Kenny Hotz from ‘Kenny vs. Spenny’ still commands one of Canada’s biggest comedy fan bases. From Bathurst and Eglinton to being a photojournalist in the Gulf War, to a high-profile writer in California and back, and selling out shows in Germany, Kenny Hotz is one of the most recognizable Canadian TV stars there may ever be.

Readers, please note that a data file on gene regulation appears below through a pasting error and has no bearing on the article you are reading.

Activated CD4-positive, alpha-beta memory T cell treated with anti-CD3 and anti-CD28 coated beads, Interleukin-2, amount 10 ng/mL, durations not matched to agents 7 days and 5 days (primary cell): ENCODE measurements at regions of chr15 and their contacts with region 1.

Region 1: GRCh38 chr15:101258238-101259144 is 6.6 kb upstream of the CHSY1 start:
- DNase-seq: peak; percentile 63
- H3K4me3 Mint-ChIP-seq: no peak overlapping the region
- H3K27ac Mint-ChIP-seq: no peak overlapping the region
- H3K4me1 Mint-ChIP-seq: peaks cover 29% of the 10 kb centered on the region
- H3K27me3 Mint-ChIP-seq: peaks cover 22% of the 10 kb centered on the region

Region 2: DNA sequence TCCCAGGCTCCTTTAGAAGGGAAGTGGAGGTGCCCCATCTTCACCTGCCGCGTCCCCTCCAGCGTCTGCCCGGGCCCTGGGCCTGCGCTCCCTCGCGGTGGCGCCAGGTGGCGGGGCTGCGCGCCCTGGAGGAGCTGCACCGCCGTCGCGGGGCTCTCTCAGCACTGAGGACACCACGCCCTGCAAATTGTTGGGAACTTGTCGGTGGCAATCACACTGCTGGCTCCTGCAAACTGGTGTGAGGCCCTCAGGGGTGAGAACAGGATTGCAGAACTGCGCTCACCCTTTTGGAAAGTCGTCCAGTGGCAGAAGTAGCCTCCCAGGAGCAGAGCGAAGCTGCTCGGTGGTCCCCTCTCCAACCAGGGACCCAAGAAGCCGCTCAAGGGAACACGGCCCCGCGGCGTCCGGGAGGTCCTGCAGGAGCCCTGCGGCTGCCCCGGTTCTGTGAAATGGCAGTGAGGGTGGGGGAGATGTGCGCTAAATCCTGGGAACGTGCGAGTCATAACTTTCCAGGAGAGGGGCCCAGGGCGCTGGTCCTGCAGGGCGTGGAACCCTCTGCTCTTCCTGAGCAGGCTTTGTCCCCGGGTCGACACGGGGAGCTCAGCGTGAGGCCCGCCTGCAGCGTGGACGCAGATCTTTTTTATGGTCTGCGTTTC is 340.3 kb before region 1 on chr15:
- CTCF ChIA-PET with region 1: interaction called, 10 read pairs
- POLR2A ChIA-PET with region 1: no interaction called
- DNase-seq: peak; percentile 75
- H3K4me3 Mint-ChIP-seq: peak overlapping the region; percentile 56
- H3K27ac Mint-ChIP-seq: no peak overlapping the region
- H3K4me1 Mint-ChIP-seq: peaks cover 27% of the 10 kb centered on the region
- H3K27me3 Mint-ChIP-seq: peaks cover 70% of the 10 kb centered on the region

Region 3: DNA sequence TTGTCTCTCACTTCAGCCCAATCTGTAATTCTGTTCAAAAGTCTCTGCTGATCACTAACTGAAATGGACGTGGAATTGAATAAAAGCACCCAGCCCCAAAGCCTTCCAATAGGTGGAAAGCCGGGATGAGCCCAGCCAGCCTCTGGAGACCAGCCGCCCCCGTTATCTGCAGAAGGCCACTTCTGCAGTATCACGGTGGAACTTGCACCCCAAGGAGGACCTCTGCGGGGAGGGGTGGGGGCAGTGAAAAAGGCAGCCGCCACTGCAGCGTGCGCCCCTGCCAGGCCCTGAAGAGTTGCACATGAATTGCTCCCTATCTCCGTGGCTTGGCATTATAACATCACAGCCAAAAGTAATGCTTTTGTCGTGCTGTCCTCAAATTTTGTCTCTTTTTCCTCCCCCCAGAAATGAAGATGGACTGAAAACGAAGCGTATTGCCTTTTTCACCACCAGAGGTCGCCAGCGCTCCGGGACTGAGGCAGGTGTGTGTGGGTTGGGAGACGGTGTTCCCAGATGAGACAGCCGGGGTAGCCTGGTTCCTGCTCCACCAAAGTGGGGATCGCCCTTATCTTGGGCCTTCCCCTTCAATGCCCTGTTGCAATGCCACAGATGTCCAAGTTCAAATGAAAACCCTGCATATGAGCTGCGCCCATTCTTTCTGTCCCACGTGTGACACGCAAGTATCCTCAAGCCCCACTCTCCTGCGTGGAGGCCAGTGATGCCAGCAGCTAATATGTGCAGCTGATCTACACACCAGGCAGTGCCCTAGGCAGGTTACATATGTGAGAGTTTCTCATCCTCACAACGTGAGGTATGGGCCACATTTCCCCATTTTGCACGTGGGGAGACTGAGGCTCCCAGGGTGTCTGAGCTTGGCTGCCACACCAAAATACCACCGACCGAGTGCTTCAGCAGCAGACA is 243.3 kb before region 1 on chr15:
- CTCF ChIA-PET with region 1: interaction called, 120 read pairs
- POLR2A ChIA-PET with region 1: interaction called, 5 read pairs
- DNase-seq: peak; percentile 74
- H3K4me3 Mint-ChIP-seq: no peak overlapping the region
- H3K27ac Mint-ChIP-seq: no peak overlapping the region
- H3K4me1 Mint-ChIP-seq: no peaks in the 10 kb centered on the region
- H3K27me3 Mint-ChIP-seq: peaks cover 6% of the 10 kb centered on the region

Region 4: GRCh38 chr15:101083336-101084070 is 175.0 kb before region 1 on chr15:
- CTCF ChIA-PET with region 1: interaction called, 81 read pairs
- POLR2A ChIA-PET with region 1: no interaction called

At the age of six, he started making movies in an NFB film camp in Toronto. He started a serious study of photography at just thirteen which eventually culminated to Hotz becoming a foreign Gulf War correspondent in 1991. Soon after, he began making movies that have won awards and played festivals worldwide. Hotz created and starred in his reality sitcom, ‘Kenny vs Spenny’, before there was reality TV. He was the only Canadian writer of South Park (Terrance and Phillip are secretly Kenny and Spenny, how cool is that?!). Most millennials know him from his hit show Kenny vs. Spenny that first aired on CBC, and later Showcase television. Kenny Hotz and Spencer Rice would battle it out week-after-week in competitions such as ‘Who Can Eat More Meat?’, ‘Who Can Stay Homeless the Longest?’, all the way up to ‘Who Can Get Further with the Other Guy’s Mom?’; with the loser facing a humiliation chosen by the winner. Humiliations included being pelted with tomatoes (medieval style) by pedestrians and asking parents if their children were for sale. Wikipedia states that Kenny won 74 per cent of the show’s competitions. Six seasons and 89 episodes later, not only was the format replicated around the world (Ed vs. Spencer in the U.K., Elton vs. Simon in Germany, for example), but it landed Hotz in the writer’s room of Matt Stone and Trey Parker’s South Park. Concurrently, Stone and Parker became Executive Producers for Kenny vs. Spenny in the latter years of the show. Hotz’ fan base still clamours for his content nearly a decade after the original show aired. With nearly 190,000 YouTube subscribers, Kenny has an easy 85 million views on his channel. Simply put, there is no shortage of desire for his truly edgy and hilarious content. At our request, Kenny submitted his own editorial and account of life events to ONtheGO, from the perspective of a journalist whom accidentally ran into him in Germany, but the piece wasn’t tame enough for our publication. Among the Hitler and Terry Fox-related jokes, there were many other hidden gems in his written piece, such as the fact Hotz lived with music legend Joni Mitchell, who he says “adopted him as her godson”. We would be remiss to pretend that Kenny’s success didn’t come with a backlog of hard work and hitting the pavement in the time before the internet, which means finding ways to get one’s work in front of the eyes of those that can bring it to life, which is not an easy task in itself. That’s the story behind Kenny and Spenny’s documentary Pitch (1997) which, as Kenny explains, is just one of three films he created. It Don’t Cost Nothin’ To Say Good Morning, Pitch and The Papal Chase were the three films made by Kenny Hotz before his ground-breaking show Kenny vs. Spenny hit the air. He also had his own 13 episode series on FX called Testees, he created and produced a series called Triumph of the Will which was nominated for numerous awards, and trolled Donald Trump in two Viceland specials along side Spike Jonze, who is a huge Kenny vs. Spenny fan. Hotz also recently directed a Deadmau5 music video called ‘Monophobia’, which pulled in a whopping 9.3 million views. What’s next for the Toronto native you ask? He keeps his cards close to his chest so his next moves currently remain a mystery to us, but he certainly has his fanbase waiting with bated breath for his next venture. Fans of course point to a Kenny vs. Spenny reboot, which begs the question, would it be independently produced, or would a network dare to air episodes akin to “Who Can Blow the Biggest Fart?” in 2019/2020? Will he bring back his successful podcast? We’ll have to wait and see. Few entertainers, especially in Canada, can put together almost 620,000 social media followers and hardly post a thing, and with politically-incorrect comedians like Dave Chappelle, Bill Burr and Andrew Schulz reaching huge audiences, there is no doubt there still exists a void for the type of comedy that a Kenny Hotz provides.